g) It is agreed that if Hylas Yachts, Inc. and Queen Long Marine are unable to have the Yacht ready to ship by October 1st, 2017 to the U.S, the owner shall have the option to cancel the order and receive a full refund of all deposits paid to date at the time of cancellation.[6]

(Coughlan Decl., Ex. A, ¶ 2). Robert asserts that "[a]t the time that the Sales Agreement was executed, ... [he] understood the word ‘deposit’ to have its common meaning, i.e. , that it was to be security for the performance of the Sales Agreement." (Id. , ¶ 6). Defendant essentially agrees that the term "deposit" in the Sales Agreement should be accorded its plain and ordinary meaning, and he, thus, refers to the dictionary definition for the meaning of that word.7 (See Jachney Aff., ¶ 25 [referring to a definition in the First American Dictionary which defines the term "deposit" as meaning: "to give money for partial payment or security"] ).

In addition, the Sales Agreement sets a base price for the Yacht, including all standard equipment as shown therein, "fully commissioned, seaworthy and ready to sail," and provides, in relevant part:

"Seller acknowledges receipt of the sum of $254,500 from the Buyer in three deposits against the base price. With the received deposits listed above, the balance of $763,500 plus options is to be paid at the time of shipping from Queen Long Marine as defined in Paragraph 8. Title is transferred to the Buyer after the final sea trial and the final balance is received by the Seller."

(Coughlan Decl., Ex. A., ¶ 3). Thus, the base price for the Yacht under the Sales Agreement was one million eighteen thousand dollars ($1,018,000.00). (Id. ).

Furthermore, the Sales Agreement provides, inter alia ,

"Upon completion of the Yacht at Queen Long Marine and confirmation of freight contracted for shipment of the Yacht to the U.S port of choice as agreed upon by both the Buyer and Seller, the Buyer shall establish an escrow account in the amount of $563,500 plus options.... It is further agreed that within (10) ten business days of confirmation of the Yacht's shipping from Taiwan the amount of $563,500 plus options shall be released to Queen Long Marine in its entirety."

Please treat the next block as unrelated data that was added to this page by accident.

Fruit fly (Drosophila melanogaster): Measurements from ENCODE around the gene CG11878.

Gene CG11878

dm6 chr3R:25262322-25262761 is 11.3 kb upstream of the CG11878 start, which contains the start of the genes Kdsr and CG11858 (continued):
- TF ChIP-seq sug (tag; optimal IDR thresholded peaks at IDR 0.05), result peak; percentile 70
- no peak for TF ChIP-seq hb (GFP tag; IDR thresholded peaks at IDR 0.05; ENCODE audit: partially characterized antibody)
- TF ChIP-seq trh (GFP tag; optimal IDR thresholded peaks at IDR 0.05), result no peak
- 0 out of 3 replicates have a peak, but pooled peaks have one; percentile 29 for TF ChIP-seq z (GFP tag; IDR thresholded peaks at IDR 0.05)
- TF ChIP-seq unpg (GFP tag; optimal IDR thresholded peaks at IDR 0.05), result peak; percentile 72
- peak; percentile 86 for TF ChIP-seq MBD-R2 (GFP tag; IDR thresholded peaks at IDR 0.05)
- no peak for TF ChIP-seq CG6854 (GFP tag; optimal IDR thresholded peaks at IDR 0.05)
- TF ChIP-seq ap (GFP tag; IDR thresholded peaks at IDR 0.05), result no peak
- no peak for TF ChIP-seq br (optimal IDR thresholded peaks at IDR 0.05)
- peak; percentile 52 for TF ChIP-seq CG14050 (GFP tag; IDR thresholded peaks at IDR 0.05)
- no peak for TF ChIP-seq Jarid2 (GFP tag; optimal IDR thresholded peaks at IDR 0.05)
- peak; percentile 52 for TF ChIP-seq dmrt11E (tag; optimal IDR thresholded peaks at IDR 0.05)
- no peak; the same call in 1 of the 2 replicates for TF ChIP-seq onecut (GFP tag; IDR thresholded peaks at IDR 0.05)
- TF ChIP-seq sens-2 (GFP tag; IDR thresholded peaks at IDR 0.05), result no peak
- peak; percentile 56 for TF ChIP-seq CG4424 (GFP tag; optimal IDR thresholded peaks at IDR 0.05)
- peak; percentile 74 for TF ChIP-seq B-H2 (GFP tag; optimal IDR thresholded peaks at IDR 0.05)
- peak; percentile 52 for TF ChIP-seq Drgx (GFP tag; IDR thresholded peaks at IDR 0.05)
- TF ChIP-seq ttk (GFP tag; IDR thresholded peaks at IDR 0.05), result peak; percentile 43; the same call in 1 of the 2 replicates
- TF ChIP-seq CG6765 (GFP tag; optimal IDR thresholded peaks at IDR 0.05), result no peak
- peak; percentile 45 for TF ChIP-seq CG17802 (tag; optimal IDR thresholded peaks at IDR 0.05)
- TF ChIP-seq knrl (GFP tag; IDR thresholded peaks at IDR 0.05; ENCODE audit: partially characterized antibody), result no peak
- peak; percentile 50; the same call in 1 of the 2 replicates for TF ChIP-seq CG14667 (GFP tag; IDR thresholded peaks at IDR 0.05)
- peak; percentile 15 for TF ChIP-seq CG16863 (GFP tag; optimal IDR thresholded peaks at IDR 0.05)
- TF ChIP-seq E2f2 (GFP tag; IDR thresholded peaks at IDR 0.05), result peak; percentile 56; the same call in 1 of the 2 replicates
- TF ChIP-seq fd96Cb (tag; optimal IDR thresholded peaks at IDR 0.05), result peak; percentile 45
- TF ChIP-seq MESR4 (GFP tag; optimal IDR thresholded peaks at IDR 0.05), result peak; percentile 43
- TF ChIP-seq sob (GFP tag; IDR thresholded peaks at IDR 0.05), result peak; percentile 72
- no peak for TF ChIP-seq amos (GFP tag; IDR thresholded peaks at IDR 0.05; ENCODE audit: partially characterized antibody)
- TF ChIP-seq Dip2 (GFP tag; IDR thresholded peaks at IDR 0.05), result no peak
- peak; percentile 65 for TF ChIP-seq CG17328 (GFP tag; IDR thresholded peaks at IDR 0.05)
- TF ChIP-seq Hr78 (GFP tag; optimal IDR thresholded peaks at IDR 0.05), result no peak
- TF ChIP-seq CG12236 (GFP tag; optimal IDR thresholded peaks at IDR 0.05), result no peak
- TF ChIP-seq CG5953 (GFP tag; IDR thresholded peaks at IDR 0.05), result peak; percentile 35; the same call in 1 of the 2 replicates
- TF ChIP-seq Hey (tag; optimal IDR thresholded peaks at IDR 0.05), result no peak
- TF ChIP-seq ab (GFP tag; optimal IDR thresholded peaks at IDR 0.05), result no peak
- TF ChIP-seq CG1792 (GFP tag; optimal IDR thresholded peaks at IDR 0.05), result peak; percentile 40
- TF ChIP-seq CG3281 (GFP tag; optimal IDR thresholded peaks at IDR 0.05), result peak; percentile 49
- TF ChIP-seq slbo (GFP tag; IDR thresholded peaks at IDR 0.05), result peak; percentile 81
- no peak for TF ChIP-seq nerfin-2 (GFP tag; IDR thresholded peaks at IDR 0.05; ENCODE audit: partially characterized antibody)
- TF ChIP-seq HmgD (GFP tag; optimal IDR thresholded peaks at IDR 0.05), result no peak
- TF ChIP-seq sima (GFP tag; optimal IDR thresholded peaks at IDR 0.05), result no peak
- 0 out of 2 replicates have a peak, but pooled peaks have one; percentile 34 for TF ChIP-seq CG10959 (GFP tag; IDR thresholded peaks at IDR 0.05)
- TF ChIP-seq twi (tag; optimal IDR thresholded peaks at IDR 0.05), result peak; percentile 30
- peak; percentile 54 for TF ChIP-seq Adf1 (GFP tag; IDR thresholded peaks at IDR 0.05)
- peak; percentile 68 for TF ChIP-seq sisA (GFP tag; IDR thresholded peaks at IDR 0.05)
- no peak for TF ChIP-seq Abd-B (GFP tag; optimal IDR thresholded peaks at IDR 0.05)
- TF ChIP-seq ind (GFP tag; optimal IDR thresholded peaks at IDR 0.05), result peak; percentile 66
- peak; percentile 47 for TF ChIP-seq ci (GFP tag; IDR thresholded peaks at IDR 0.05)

(Coughlan Decl., Ex. A, ¶ 8).

According to defendant, "[f]rom the time that the Sales Agreement is signed, the process of designing the Yacht for the Purchaser commences," (Jachney Aff., ¶ 36); and "Hylas designs the yacht on an ongoing, continuous basis." (Id. , ¶ 37; see also Coughlan Decl., Ex. B at 138:2-12 [describing the design of the Yacht as "an ongoing process"] ). During his deposition, defendant testified that Hylas did not have any practice or procedures for keeping track of the time spent during the design process, but "there are numerous hours that are spent communicating with the yard," and there were "multiple sets of drawings ... [and] design lists, and then there was a hundred and something pages of communications back and forth and phone calls." (Coughlan Decl., Ex. B at 138:17-139:4). According to defendant, Queen Long created the drawings for the Yacht "based on the information that [he] gave them." (Id. at 139:5-8). Moreover, defendant testified that the Sales Agreement includes a charge for the time Hylas spent in design in "[t]he charge for the yacht and then the options." (Id. at 139:9-13). According to defendant, "Hylas custom built and spent over a year designing the Yacht with its various personnel, ... [and] produced a set of design diagrams for the [plaintiffs]." (Jachney Aff., ¶ 38) (emphasis omitted).

Plaintiffs made the first deposit payment required by the Sales Agreement to Hylas on December 18, 2015. (56.1, ¶ 7). Hylas did not use those funds for the Yacht, and instead used the funds "for general corporate purposes at or around the time the money was received." (Id. , ¶ 11).

Immediately prior to the plaintiffs’ first deposit, the balance of the Hylas operating account was two thousand three hundred two dollars and seventy-six cents ($2,302.76). (56.1, ¶ 74). Immediately after that deposit was received, Hylas wired out sixty-three thousand five hundred dollars ($63,500.00) to "Cross Chartering NV Antwerp/ING Belgium." (Coughlan Decl., Ex. X at NGB0029). By December 22, 2015, the account had a negative balance. (56.1, ¶ 76). However, at the end of that month, the account had a balance of eight hundred eighty-one thousand sixty-five dollars and twenty-two cents ($881,065.22). (Coughlan Decl., Ex. X at NGB0029-30).

In or about March 2016, plaintiffs discussed adding a carbon fiber rig to the Yacht with Hylas. (56.1, ¶ 14). On March 9, 2016, defendant sent Robert an email stating, in part:

"I have the Selden pricing ... and waiting [sic ] on the latest aluminum pricing to get you the proper credits if you want to move forward with carbon. Of course a much pricier option and unlike the aluminum, the carbon requires a 50% deposit to lock in pricing and production time. As discussed